Also interesting is that the announcement is couched largely in the context of storage space, since while there are certainly examples of professional needs that require massive file sizes (CAD, audio recording and editing, and video playback among them, of course!), there are plenty of professional areas in which the iPad has either long excelled (ease-of-use, security, stability, backups, ease of updating) or never handled well at all (text input and manipulation, true multitasking, document handling, interapplication communication, and so on). We’ll be watching closely to see if Apple starts bringing some of these key professional features to future versions of iOS.
But my real question is if Apple is going to give professional iPad users the kind of respect they deserve in terms of software updates, documentation, release notes, and tech support. Yes, people everywhere have started using the iPad for business purposes, but as we ran into recently (“Pages 4.3 vs. BBEdit 10.5: How Apple Doesn’t Respect Its Users,” 26 January 2013), just because you can get your work done on an iPad now, Charlie Brown, doesn’t mean that Apple isn’t going to pull the football away from you in the future.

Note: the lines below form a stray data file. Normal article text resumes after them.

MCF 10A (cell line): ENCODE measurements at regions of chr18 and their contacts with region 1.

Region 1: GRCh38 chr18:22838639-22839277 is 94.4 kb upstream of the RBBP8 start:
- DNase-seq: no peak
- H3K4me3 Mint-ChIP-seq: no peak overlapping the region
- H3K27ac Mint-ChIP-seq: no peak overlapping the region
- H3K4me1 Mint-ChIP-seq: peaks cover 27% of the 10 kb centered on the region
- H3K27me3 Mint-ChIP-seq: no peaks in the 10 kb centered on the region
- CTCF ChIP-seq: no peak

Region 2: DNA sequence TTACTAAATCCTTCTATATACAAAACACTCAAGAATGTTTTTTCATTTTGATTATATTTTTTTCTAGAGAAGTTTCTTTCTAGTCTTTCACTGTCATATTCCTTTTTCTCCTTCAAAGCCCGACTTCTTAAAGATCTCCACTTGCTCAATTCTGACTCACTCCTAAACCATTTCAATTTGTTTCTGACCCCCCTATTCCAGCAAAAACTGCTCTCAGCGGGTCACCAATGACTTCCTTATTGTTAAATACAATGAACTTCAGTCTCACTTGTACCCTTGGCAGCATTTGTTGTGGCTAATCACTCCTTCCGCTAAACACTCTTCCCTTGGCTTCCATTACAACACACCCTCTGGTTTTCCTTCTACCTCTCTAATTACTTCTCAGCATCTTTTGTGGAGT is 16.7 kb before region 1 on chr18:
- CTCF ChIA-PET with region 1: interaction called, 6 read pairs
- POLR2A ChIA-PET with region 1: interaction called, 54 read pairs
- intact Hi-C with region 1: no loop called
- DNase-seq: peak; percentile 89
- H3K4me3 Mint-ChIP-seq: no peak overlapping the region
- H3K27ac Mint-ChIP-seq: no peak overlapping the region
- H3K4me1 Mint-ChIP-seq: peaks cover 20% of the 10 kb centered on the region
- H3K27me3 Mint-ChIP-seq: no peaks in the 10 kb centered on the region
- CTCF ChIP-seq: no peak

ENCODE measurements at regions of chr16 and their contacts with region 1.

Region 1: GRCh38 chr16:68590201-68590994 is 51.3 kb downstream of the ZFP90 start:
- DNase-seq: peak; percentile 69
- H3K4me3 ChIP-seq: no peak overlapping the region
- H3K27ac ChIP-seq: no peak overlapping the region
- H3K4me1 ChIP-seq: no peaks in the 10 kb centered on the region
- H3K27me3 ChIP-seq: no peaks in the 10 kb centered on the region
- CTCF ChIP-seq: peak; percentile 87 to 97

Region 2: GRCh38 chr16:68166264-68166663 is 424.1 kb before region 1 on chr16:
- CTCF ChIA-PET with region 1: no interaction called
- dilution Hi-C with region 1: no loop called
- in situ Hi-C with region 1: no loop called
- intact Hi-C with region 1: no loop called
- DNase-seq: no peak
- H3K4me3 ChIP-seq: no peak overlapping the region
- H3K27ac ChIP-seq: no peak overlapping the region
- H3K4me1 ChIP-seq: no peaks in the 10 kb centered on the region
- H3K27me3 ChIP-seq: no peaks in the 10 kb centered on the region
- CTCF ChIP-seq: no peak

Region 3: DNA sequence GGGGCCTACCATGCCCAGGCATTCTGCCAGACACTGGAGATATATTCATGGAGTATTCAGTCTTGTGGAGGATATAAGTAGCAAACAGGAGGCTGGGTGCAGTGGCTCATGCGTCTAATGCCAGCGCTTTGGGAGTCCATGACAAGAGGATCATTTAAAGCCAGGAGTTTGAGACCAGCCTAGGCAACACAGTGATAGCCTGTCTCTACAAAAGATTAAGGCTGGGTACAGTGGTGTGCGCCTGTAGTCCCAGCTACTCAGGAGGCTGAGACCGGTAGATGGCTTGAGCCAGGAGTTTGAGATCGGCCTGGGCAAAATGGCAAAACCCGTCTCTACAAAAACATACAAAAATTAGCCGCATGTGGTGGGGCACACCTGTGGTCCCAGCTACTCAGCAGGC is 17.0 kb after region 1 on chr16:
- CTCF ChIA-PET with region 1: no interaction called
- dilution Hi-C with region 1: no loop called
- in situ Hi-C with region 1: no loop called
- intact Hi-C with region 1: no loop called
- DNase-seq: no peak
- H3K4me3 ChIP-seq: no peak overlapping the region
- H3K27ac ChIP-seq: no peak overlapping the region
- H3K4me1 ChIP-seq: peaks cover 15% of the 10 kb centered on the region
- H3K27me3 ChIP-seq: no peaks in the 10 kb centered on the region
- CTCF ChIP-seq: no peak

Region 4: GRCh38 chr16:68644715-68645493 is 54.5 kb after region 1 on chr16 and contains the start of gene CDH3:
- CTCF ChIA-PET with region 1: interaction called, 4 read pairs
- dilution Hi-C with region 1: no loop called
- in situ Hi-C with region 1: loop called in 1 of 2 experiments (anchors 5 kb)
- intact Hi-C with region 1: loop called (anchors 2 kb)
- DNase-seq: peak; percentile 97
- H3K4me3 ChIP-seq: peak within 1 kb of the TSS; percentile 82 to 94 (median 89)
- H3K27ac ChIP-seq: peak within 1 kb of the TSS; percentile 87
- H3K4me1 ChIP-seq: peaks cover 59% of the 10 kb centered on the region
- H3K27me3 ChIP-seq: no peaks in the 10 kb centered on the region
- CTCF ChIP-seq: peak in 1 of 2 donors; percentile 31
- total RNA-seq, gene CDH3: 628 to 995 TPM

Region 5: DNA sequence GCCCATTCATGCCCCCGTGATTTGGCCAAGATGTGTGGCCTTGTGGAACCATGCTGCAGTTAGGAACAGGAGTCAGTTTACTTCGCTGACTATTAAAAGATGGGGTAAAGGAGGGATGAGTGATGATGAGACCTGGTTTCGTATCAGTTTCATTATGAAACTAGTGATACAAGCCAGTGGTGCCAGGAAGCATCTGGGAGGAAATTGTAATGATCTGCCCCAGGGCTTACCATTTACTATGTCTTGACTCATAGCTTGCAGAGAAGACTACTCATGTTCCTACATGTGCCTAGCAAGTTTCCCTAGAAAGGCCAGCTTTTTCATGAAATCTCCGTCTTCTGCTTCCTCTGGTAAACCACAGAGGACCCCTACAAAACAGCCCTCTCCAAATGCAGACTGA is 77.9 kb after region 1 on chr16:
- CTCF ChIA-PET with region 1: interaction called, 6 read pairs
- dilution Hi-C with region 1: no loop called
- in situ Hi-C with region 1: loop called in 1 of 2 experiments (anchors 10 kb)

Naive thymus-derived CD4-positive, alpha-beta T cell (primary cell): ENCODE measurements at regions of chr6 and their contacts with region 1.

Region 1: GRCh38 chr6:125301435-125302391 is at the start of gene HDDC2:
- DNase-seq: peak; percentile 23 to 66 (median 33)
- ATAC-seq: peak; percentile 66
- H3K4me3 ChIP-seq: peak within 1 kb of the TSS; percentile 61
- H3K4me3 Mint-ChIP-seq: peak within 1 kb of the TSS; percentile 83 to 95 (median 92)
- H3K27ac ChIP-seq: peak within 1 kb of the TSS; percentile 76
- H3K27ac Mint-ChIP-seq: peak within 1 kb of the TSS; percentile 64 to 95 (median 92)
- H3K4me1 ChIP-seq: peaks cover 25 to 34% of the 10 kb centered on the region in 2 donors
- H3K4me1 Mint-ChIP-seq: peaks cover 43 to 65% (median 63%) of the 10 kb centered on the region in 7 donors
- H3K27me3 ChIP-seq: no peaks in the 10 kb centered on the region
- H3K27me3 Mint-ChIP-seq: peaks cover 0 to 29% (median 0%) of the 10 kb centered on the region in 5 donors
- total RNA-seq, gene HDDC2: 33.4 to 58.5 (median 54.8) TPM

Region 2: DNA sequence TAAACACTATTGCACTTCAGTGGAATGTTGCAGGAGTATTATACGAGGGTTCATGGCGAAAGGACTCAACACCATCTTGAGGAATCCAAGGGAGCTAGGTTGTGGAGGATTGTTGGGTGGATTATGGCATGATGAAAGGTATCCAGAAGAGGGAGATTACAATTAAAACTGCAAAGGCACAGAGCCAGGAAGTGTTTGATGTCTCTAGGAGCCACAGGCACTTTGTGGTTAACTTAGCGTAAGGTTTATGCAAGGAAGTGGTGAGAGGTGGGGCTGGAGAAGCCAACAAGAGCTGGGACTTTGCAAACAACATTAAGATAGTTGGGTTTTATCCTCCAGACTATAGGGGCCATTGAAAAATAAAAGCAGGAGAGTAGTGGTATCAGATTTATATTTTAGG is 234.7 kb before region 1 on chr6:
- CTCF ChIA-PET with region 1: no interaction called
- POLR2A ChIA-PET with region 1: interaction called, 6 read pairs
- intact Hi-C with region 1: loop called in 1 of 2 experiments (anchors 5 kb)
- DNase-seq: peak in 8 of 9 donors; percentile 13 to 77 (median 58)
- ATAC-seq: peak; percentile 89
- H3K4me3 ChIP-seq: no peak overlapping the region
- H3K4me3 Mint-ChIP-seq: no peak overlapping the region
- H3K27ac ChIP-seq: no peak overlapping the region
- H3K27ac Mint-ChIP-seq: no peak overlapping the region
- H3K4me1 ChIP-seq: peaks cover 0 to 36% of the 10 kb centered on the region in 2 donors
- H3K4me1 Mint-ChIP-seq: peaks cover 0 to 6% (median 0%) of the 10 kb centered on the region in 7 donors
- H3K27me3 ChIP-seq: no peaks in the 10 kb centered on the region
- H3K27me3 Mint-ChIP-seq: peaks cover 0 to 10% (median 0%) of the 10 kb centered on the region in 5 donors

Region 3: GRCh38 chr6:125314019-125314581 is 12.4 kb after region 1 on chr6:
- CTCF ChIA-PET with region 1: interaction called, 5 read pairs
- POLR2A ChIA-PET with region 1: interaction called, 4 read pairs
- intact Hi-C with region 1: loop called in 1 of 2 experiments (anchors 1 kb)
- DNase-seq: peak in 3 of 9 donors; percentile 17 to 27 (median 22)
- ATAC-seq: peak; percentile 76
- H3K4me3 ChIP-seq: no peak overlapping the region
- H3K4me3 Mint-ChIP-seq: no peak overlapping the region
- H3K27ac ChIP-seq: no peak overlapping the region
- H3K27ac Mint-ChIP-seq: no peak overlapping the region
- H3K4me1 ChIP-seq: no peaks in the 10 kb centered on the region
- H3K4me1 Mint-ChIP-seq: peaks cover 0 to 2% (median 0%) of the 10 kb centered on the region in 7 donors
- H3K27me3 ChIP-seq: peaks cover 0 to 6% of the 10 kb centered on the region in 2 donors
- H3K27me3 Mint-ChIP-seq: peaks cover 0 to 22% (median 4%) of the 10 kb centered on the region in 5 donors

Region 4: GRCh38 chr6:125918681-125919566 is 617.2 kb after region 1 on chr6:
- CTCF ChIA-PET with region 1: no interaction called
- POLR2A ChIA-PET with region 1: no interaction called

I had hoped for a 128GB model for my iTunes video content, but I had hoped it wouldn't cost more, or at least significantly more. I think Apple should follow Amazon's more reasonable storage upgrade pricing.
... That said, if iPad 5 looks interesting, I'll probably "bite the green apple" as us Danes say, and get the 128 model anyway. After all I paid for .mac membership for a decade, each year hoping they would introduce something useful for me.
Mm, new term: a "green Apple": an Apple product which tastes bitter for some reason but which you have to have anyway.
Why would anyone in their right mind attempt to use a tablet for actual work? The tablet was not originally designed for it and is extremely difficult to try to do real 'work', compared to doing the same thing on a desktop (or at least a laptop) computer. When I attempted to use my iPad for productivity, it was far more frustrating than productive. Since I am not a masochist, I no longer even try to do work on a machine that was designed to be used to access data, not produce it.
The fact that Apple keeps repeating the falsehood that we are now in a "post-PC" world and pushing its customers to try to get used to using a gadget instead of a real computer to complete work tasks is both aggravating and tiresome. Let those of us who prefer using a real computer continue to do so and stop trying to bully us into using mobile devices. Also, stop trying to turn our work OS into a gadget OS. The two OSs should be completely different to take better advantage of the computer's advantages.
I personally am on your side - I'm much more productive on my MacBook Air than on the iPad. But the key thing to remember is that "work" varies widely by person and profession, and what's different between Mac OS X and iOS is that in Mac OS X, most tools are relatively generic, whereas in iOS, they're highly specific. So, if your work entails a highly specific task for which there is a dedicated app, that may be more productive than relying on a general purpose app on the Mac.